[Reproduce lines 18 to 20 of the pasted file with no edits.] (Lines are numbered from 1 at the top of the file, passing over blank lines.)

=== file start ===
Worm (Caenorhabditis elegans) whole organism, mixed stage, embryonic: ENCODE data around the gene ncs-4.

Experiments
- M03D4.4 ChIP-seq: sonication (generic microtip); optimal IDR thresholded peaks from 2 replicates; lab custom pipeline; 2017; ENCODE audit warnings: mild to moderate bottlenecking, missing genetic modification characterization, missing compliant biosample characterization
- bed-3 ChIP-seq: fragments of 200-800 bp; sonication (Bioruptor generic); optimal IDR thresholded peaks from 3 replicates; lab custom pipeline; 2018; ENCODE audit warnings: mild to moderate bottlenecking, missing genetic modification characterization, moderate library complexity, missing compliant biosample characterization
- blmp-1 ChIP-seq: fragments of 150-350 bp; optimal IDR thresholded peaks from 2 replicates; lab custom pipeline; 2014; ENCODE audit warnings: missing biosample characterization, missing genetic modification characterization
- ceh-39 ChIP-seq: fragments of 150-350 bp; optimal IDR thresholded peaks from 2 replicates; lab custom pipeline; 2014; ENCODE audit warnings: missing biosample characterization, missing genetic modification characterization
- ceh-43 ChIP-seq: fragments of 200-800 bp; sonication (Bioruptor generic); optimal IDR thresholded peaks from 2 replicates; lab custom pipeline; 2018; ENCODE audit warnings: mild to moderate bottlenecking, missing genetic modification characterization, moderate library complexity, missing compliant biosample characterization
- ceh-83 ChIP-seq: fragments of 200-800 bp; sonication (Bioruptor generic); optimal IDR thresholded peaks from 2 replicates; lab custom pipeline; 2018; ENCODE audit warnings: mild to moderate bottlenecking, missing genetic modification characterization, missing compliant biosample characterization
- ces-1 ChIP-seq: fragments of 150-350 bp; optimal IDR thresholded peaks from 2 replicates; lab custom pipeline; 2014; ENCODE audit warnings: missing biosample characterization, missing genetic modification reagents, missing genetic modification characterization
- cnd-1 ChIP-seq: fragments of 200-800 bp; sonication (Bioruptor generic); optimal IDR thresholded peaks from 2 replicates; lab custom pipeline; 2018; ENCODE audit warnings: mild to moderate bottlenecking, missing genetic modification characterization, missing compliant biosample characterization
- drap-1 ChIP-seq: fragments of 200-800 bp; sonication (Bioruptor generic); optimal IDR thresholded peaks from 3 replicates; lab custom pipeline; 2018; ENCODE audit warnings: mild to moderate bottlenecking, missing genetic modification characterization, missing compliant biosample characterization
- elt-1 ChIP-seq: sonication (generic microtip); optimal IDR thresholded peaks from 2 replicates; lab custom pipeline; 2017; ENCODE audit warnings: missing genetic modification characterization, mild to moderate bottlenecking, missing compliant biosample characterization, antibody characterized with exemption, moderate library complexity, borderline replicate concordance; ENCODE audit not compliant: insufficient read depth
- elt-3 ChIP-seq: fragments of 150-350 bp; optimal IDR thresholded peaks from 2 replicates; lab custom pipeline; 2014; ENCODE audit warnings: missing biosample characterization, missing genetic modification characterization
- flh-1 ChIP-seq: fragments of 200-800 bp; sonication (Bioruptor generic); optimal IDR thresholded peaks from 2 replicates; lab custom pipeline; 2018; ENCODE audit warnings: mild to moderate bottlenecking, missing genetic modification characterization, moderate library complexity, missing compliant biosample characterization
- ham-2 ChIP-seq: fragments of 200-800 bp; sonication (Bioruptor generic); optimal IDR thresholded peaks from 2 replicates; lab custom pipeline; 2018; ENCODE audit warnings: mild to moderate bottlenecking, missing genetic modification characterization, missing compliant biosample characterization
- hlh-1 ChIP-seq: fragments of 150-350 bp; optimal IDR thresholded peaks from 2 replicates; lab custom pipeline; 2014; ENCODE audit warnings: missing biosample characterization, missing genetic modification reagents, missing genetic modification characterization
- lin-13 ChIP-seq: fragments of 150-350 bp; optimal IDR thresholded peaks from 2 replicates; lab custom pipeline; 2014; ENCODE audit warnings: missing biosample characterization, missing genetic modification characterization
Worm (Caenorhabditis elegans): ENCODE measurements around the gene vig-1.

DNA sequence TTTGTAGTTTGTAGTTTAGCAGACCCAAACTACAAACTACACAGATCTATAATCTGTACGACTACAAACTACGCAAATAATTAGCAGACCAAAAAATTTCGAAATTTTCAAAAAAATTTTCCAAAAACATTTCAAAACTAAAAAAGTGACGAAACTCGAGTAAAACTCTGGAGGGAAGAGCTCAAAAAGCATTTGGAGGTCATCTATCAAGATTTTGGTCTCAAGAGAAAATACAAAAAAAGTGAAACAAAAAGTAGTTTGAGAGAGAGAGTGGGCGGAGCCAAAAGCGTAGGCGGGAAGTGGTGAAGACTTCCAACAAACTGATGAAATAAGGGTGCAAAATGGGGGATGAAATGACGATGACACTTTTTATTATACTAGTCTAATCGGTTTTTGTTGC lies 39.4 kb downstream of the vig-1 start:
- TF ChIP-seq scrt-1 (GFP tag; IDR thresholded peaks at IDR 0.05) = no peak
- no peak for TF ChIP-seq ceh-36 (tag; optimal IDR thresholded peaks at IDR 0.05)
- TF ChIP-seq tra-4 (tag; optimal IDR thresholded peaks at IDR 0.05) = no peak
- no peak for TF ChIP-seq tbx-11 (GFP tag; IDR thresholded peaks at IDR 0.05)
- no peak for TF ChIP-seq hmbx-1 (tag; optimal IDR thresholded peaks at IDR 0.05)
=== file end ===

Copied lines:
Worm (Caenorhabditis elegans): ENCODE measurements around the gene vig-1.

DNA sequence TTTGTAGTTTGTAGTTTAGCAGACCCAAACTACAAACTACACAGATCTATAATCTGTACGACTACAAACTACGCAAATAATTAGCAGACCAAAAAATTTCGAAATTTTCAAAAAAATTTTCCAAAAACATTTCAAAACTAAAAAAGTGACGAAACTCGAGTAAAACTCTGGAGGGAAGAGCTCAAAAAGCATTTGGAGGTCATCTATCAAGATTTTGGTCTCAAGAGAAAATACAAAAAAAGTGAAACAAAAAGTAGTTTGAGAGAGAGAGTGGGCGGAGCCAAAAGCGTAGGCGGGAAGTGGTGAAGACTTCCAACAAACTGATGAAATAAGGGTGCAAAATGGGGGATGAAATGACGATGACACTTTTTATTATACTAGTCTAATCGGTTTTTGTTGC lies 39.4 kb downstream of the vig-1 start:
- TF ChIP-seq scrt-1 (GFP tag; IDR thresholded peaks at IDR 0.05) = no peak